Natural disasters in recent memory have posed significant challenges to Puerto Rico’s electrical grid and the more than three million residents it serves. In September 2017, Hurricanes Irma and Maria caused most of the transmission and distribution system in Puerto Rico to collapse, leading to one of the longest blackouts in U.S. history and leaving residents in some parts of the territory without electricity for almost a year. Merely five years later, Hurricane Fiona again knocked out 100% of the grid for as long as four weeks in parts of Puerto Rico, underscoring the critical need for urgent electrical grid modernization in the region.
In response to the crisis reignited by Hurricane Fiona, President Biden tapped Energy Secretary Jennifer Granholm to create the Department of Energy’s (DOE) Puerto Rico Grid Recovery and Modernization Team. Housed within the Grid Deployment Office (GDO) and led by Agustín Carbó, this team works across federal government agencies – including but not limited to the Departments of Housing and Urban Development, Commerce, and Agriculture; Federal Emergency Management Agency (FEMA); and Environmental Protection Agency – to cut through bureaucratic red tape and access federal funding, coordinate technical assistance, and support current rebuilding activities in an expeditious and strategic manner. The team also works closely with government leadership and energy stakeholders in Puerto Rico to speed up the deployment of critical infrastructure and provide the island with clean, reliable, and affordable power.
Since Hurricane Fiona, the Puerto Rico Grid Recovery and Modernization Team has facilitated multiple visits by Secretary Granholm to the region and made remarkable progress in local energy resilience. In December 2022, Congress approved $1 billion to establish the Puerto Rico Energy Resilience Fund (PR-ERF) to support the region’s most vulnerable and disadvantaged households and communities. In November 2023, the U.S. Department of Energy (DOE) announced its selectees from a $450 million Funding Opportunity Announcement under the (PR-ERF). The funding will incentivize the installation of up to 40,000 residential solar photovoltaic (PV) and battery storage systems for vulnerable single-family households in Puerto Rico. DOE also announced 16 local community organizations as selectees for the Solar Ambassador Prize, an opportunity to assist DOE in identifying and assisting with intake processing of qualifying households for these critical residential solar systems. DOE anticipates the first installations to begin in spring of 2024.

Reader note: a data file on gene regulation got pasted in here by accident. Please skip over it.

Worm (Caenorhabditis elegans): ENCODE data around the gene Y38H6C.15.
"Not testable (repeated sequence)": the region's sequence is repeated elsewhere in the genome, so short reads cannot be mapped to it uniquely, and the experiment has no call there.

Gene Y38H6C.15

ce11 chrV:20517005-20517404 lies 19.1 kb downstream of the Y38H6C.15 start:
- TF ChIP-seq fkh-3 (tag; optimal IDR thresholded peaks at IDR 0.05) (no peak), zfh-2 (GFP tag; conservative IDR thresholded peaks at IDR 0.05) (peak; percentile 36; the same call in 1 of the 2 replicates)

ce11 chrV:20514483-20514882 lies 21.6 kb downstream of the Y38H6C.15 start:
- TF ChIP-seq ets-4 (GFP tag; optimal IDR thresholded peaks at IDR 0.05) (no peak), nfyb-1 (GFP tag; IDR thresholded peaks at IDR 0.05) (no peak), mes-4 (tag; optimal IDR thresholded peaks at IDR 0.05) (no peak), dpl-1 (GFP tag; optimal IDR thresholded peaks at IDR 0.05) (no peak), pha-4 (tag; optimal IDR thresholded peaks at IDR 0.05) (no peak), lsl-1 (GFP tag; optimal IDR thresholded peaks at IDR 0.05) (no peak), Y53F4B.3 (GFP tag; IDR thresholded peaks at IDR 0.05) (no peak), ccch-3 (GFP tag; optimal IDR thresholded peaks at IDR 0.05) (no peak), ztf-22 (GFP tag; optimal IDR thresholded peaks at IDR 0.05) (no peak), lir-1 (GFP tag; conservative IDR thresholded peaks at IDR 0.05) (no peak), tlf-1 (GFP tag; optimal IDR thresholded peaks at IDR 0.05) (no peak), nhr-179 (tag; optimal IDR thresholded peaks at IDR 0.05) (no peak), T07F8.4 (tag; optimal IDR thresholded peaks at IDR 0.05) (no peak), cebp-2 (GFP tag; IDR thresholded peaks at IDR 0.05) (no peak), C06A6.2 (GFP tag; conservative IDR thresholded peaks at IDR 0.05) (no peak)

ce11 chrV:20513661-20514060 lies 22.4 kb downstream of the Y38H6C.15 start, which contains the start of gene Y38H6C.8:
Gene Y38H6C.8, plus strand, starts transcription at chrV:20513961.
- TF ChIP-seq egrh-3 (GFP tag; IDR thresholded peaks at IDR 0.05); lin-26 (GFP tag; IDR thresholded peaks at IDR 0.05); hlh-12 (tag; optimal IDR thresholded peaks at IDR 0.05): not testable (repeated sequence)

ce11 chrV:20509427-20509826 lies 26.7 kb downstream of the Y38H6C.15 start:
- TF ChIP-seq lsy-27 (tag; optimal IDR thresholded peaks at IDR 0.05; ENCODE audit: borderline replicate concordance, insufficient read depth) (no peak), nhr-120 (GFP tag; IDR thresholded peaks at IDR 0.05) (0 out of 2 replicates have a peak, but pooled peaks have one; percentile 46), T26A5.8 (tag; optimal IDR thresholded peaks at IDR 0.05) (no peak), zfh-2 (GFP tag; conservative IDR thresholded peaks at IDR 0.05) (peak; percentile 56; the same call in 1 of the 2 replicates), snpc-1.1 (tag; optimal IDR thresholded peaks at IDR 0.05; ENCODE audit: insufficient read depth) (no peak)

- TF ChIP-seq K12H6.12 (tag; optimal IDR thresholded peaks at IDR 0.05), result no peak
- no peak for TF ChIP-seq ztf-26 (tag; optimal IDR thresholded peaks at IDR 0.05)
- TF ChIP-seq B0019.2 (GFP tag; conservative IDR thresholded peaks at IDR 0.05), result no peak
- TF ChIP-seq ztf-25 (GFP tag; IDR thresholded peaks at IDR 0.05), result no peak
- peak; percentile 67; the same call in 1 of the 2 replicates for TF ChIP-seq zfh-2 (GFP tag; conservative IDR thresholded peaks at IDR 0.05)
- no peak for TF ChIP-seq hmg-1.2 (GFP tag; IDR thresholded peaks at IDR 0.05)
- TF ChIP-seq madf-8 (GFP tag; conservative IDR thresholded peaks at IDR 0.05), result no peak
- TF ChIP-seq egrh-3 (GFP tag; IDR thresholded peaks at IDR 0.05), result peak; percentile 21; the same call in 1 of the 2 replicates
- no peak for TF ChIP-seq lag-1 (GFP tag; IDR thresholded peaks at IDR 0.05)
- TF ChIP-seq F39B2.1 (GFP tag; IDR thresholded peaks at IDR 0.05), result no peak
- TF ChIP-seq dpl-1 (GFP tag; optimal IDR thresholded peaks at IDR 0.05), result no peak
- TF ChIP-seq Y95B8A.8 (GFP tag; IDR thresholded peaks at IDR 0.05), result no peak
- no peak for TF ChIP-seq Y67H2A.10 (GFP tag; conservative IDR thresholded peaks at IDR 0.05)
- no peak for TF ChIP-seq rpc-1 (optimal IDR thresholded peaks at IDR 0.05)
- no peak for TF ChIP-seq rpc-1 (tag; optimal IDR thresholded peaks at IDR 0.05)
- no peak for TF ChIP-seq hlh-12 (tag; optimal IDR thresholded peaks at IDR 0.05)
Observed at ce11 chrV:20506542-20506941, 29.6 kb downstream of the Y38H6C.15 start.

40,000…We’re going to connect up to 40,000 of Puerto Rico’s most vulnerable households to rooftop solar and storage, thanks to $450 million from the Puerto Rico Energy Resilience Fund.— Secretary Jennifer Granholm (@SecGranholm) August 4, 2023
Learn more: https://t.co/XfVEGVkz81 pic.twitter.com/VZd1jiLZml
In the coming weeks, DOE will also announce the results of the Puerto Rico Grid Resilience and Transitions to 100% Renewable Energy Study (PR100), which is defining pathways for Puerto Rico to be entirely powered by clean energy by 2050. This goal was established by the Puerto Rico legislature in 2019 through its passage of the Puerto Rico Energy Public Policy Act (Act 17), and DOE is leveraging the experts in six of its national laboratories to ensure energy system resilience against extreme weather events and advance energy justice locally.
DOE has also made historic investments in Puerto Rican energy resilience through a $3 Billion Partial Loan Guarantee to Sunnova’s Project Hestia, with 20% of all loans to homeowners in Puerto Rico; awarding a $7.4 million Grid Resilience Formula Grant to the government of Puerto Rico; investing in critical resilience hubs, and sponsoring technical assistance for local energy resilience projects through the Communities LEAP program.
DOE has also continued to deploy its national laboratories to provide technical assistance to the Puerto Rican government and utility, providing grid managers with the tools, training, and modeling to improve the operation and planning of the electric system. These projects have ranged from supporting the development of a request for proposals for a critical microgrid at San Juan’s Centro Médico, to developing modeling tools to help grid operators better plan electricity recovery operations after natural disasters.
Development of these initiatives has relied heavily on local collaboration and has placed community priorities front and center in the pursuit to improving local energy resiliency. For far too long, residents have lived with an unreliable and expensive electric system, and DOE is working tirelessly to build the reliable grid that Puerto Ricans both need and deserve.
Learn more about the Grid Deployment Office’s Puerto Rico Grid Recovery and Modernization Team.